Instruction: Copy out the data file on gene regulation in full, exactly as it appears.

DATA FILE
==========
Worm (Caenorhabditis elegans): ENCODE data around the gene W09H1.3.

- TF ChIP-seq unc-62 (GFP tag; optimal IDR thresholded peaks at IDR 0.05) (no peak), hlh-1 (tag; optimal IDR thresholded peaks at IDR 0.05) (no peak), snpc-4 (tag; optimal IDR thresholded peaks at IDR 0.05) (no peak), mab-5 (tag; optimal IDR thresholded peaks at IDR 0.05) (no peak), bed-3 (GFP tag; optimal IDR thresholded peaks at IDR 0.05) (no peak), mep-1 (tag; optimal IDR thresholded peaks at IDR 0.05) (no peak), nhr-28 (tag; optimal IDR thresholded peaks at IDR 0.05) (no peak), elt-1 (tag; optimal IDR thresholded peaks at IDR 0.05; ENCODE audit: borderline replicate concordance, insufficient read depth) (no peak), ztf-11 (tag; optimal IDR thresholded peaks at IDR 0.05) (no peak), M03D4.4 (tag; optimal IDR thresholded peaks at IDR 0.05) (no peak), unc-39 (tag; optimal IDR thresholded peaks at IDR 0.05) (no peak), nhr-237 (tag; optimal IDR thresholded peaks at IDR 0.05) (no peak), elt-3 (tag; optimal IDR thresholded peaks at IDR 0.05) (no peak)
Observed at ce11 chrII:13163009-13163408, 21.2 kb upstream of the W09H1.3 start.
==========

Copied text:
Worm (Caenorhabditis elegans): ENCODE data around the gene W09H1.3.

- TF ChIP-seq unc-62 (GFP tag; optimal IDR thresholded peaks at IDR 0.05) (no peak), hlh-1 (tag; optimal IDR thresholded peaks at IDR 0.05) (no peak), snpc-4 (tag; optimal IDR thresholded peaks at IDR 0.05) (no peak), mab-5 (tag; optimal IDR thresholded peaks at IDR 0.05) (no peak), bed-3 (GFP tag; optimal IDR thresholded peaks at IDR 0.05) (no peak), mep-1 (tag; optimal IDR thresholded peaks at IDR 0.05) (no peak), nhr-28 (tag; optimal IDR thresholded peaks at IDR 0.05) (no peak), elt-1 (tag; optimal IDR thresholded peaks at IDR 0.05; ENCODE audit: borderline replicate concordance, insufficient read depth) (no peak), ztf-11 (tag; optimal IDR thresholded peaks at IDR 0.05) (no peak), M03D4.4 (tag; optimal IDR thresholded peaks at IDR 0.05) (no peak), unc-39 (tag; optimal IDR thresholded peaks at IDR 0.05) (no peak), nhr-237 (tag; optimal IDR thresholded peaks at IDR 0.05) (no peak), elt-3 (tag; optimal IDR thresholded peaks at IDR 0.05) (no peak)
Observed at ce11 chrII:13163009-13163408, 21.2 kb upstream of the W09H1.3 start.